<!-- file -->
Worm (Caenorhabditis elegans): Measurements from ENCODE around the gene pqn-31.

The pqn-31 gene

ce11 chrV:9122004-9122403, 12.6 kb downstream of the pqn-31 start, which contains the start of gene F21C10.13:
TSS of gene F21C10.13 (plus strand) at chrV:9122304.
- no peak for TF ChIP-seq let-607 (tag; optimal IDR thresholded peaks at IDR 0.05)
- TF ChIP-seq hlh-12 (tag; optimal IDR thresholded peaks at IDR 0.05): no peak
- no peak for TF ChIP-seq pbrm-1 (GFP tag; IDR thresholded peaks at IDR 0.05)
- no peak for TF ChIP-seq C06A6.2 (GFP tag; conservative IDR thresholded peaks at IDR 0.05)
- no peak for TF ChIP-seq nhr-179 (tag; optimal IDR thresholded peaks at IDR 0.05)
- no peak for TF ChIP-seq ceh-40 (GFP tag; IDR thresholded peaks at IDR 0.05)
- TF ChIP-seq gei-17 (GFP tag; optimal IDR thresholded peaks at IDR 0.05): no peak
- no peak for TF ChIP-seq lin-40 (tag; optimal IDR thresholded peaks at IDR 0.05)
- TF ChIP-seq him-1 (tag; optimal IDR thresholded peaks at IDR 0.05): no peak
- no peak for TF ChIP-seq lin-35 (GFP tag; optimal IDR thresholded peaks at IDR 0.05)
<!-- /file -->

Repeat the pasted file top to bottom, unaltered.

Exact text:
Worm (Caenorhabditis elegans): Measurements from ENCODE around the gene pqn-31.

The pqn-31 gene

ce11 chrV:9122004-9122403, 12.6 kb downstream of the pqn-31 start, which contains the start of gene F21C10.13:
TSS of gene F21C10.13 (plus strand) at chrV:9122304.
- no peak for TF ChIP-seq let-607 (tag; optimal IDR thresholded peaks at IDR 0.05)
- TF ChIP-seq hlh-12 (tag; optimal IDR thresholded peaks at IDR 0.05): no peak
- no peak for TF ChIP-seq pbrm-1 (GFP tag; IDR thresholded peaks at IDR 0.05)
- no peak for TF ChIP-seq C06A6.2 (GFP tag; conservative IDR thresholded peaks at IDR 0.05)
- no peak for TF ChIP-seq nhr-179 (tag; optimal IDR thresholded peaks at IDR 0.05)
- no peak for TF ChIP-seq ceh-40 (GFP tag; IDR thresholded peaks at IDR 0.05)
- TF ChIP-seq gei-17 (GFP tag; optimal IDR thresholded peaks at IDR 0.05): no peak
- no peak for TF ChIP-seq lin-40 (tag; optimal IDR thresholded peaks at IDR 0.05)
- TF ChIP-seq him-1 (tag; optimal IDR thresholded peaks at IDR 0.05): no peak
- no peak for TF ChIP-seq lin-35 (GFP tag; optimal IDR thresholded peaks at IDR 0.05)